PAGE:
Pollastro, Richard M.1, Ronald J. Hill1, Daniel M.
Jarvie2, Craig Adams3
(1) U.S. Geological Survey, Denver, CO
(2) Humble Geochemical Services, Humble, TX
(3) Adexco Production Co, Fort Worth,
ABSTRACT: Geologic and Organic Geochemical Framework of the Barnett-Paleozoic Total Petroleum System, Bend Arch-Fort Worth Basin, Texas
The organic-rich Barnett Shale (Mississippian-Pennsylvanian) is the primary source rock for oil and gas produced from Paleozoic reservoir rocks in the Bend arch–Fort Worth Basin area, Texas. Subsurface mapping and organic geochemistry demonstrate that the Barnett is present over most of the Bend arch and Fort Worth Basin area. In this area, the northern, eastern, and southeastern extent of the Barnett is controlled by structural fronts of the Red River arch, Muenster arch, and Ouachita thrust front, respectively, and the western margin is an erosional limit or facies change along the Eastern shelf and Concho platform. Adjacent to the Muenster arch, the Barnett is more than 1,000 ft thick and interbedded with thick limestone units. Westward, the Barnett thins rapidly over the Mississippian Chappel shelf to only a few tens of feet. A Barnett-Paleozoic Total Petroleum System is identified here where Barnett-sourced hydrocarbons are: 1) contained within the Barnett unconventional continuous gas accumulation, and 2) expelled and distributed among numerous conventional clastic- and carbonate-rock reservoirs of Paleozoic age.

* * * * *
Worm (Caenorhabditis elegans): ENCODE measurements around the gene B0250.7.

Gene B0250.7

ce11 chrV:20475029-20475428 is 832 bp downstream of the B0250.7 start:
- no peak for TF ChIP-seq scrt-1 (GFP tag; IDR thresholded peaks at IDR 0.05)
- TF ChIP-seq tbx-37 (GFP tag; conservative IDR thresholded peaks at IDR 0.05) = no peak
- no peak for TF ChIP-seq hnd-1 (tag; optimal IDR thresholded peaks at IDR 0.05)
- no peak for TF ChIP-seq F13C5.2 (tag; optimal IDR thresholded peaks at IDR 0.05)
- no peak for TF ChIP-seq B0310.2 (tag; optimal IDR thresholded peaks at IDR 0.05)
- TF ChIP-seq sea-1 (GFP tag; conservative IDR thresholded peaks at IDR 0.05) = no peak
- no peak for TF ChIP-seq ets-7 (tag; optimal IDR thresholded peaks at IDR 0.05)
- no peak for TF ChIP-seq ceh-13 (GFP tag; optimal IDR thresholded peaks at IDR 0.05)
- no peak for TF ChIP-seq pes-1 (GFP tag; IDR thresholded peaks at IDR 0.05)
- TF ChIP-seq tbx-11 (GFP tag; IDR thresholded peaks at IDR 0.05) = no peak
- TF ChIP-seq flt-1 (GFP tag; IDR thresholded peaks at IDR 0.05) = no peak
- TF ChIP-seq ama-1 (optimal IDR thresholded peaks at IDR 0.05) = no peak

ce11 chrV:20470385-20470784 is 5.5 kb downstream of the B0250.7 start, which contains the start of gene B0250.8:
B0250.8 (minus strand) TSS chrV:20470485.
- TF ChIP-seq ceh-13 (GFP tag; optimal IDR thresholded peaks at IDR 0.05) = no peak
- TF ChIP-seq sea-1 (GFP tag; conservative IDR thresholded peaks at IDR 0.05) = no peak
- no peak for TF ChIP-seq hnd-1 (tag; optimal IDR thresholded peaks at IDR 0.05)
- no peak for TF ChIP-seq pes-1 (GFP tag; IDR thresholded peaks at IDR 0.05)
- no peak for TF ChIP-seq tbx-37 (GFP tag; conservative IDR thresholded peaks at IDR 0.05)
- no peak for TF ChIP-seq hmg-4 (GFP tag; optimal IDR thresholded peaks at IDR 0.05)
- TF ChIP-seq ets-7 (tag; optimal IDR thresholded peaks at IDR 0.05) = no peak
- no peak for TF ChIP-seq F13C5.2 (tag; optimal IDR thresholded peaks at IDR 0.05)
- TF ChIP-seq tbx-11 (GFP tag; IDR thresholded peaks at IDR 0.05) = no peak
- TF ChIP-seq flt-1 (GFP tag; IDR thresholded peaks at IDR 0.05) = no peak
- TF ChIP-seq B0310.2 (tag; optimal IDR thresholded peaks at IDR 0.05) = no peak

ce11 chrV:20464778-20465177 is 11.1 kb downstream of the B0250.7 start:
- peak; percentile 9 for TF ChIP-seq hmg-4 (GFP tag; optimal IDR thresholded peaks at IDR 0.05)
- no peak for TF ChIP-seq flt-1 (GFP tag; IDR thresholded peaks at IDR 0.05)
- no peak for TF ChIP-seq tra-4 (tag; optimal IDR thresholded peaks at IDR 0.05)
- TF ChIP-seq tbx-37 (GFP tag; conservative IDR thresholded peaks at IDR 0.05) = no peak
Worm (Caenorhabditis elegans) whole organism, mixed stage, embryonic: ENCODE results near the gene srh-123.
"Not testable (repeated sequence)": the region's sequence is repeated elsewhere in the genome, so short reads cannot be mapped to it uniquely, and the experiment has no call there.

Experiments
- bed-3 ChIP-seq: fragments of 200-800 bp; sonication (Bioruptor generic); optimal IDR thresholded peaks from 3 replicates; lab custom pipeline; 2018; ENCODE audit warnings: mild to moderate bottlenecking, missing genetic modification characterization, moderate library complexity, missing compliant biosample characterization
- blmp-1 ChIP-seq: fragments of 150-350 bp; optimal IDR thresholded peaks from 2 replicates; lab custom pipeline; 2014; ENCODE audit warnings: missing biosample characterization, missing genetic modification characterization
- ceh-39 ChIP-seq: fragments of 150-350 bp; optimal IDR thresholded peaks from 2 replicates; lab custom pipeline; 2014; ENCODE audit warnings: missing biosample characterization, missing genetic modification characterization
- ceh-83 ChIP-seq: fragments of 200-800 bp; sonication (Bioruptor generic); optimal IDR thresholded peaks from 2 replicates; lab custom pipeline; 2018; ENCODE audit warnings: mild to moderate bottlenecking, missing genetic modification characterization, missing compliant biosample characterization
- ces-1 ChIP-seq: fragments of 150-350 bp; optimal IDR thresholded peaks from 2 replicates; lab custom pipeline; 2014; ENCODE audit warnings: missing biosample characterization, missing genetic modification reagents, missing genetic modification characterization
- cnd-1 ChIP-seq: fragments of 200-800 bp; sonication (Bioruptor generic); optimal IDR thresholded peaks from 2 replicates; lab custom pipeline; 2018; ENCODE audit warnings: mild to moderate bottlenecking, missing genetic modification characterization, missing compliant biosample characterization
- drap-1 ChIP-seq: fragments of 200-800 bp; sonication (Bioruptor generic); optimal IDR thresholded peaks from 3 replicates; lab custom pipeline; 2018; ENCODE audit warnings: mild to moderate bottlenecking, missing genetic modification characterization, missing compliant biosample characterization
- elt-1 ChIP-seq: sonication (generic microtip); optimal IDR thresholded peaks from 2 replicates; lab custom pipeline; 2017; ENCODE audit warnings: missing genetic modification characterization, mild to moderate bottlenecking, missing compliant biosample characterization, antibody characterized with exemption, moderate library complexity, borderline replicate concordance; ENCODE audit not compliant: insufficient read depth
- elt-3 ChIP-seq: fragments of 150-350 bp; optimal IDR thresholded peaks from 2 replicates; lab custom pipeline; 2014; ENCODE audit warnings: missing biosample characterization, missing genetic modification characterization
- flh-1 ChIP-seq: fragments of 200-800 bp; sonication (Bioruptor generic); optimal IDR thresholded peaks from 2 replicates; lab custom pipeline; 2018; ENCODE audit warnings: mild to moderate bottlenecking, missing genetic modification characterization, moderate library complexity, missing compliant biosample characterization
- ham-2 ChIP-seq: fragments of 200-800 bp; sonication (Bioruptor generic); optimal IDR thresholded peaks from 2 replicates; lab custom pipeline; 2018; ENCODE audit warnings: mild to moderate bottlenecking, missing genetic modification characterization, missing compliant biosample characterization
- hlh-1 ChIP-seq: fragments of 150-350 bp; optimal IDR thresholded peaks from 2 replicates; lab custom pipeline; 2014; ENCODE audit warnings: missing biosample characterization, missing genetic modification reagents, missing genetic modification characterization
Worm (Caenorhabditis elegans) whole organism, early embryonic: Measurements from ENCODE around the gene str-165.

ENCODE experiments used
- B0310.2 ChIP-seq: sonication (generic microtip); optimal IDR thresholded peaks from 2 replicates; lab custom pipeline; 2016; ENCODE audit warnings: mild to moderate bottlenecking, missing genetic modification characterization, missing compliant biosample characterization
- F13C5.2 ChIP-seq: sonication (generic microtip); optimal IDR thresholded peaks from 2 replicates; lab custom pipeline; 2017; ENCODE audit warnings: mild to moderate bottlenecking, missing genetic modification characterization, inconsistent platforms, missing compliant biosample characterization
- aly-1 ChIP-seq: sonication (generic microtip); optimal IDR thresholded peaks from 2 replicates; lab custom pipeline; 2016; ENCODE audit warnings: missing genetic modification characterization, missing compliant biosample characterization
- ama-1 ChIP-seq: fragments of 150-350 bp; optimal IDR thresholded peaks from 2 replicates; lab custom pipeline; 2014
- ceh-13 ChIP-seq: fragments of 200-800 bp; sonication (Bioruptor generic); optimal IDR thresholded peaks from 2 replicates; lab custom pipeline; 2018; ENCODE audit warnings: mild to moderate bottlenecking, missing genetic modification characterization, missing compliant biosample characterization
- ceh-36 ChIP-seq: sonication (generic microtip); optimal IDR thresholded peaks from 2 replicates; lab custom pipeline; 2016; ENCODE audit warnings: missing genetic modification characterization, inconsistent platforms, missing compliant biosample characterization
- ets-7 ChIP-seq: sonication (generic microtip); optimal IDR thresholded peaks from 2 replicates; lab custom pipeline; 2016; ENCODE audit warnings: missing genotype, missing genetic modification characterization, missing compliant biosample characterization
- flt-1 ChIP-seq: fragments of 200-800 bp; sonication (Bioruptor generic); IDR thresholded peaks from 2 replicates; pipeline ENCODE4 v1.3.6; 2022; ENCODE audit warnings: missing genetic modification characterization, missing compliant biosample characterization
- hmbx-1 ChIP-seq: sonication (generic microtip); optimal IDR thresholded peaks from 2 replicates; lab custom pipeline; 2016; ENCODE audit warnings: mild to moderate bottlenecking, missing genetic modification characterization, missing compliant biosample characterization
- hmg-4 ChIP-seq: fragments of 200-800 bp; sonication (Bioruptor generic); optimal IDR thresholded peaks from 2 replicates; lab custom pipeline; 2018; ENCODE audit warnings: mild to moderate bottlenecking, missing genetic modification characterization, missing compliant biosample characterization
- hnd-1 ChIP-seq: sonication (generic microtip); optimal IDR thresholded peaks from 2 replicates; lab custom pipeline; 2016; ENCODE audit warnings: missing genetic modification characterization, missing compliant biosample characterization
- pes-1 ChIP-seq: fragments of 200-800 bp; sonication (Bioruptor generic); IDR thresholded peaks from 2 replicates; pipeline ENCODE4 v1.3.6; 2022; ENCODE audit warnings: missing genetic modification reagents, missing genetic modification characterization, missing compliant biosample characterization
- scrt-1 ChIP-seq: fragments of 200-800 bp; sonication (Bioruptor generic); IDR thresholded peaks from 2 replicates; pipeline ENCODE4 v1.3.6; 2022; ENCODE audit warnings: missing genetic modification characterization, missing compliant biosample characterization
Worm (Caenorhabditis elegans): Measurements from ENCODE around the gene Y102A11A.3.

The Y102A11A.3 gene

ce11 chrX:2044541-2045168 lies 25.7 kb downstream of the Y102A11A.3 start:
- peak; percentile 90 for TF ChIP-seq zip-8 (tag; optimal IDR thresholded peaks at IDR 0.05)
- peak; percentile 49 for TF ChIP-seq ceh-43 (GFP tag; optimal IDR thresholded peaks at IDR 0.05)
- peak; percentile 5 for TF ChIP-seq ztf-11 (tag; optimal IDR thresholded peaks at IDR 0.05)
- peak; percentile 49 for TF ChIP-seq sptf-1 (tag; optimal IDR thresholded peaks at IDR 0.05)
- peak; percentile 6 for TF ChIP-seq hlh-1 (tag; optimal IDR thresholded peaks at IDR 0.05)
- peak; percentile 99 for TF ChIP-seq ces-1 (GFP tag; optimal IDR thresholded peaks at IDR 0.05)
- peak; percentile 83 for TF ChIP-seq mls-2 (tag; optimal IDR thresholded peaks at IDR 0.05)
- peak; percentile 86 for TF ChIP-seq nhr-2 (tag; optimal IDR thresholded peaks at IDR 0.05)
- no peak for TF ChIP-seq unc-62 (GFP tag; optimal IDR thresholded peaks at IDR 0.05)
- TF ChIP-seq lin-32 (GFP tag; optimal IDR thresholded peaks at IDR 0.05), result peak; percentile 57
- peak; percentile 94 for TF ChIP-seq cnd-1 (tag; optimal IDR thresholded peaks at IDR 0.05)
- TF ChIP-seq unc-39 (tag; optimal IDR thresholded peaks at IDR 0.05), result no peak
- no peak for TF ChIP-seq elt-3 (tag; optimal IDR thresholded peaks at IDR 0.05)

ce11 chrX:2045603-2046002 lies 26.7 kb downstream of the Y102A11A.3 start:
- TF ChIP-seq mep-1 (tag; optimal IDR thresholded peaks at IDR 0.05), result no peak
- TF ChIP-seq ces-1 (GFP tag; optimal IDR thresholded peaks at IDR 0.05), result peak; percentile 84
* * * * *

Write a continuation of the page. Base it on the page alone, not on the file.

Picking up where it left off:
Vitrinite reflectance measurements show poor correlation with present-day burial depth. Contouring of similar vitrinite reflectance data from the Barnett and typing of produced hydrocarbons indicates significant uplift and erosion, and that Barnett thermal history was strongly influenced by elevated hydrothermal heating along the Ouachita thrust front and Mineral Wells-Newark East fault system. In these areas, vitrinite iso-reflectance lines are oriented perpendicular to the Ouachita thrust front, bend westward along the Mineral Wells fault system, or cross cut the present basin axis.
AAPG Search and Discovery Article #90026©2004 AAPG Annual Meeting, Dallas, Texas, April 18-21, 2004.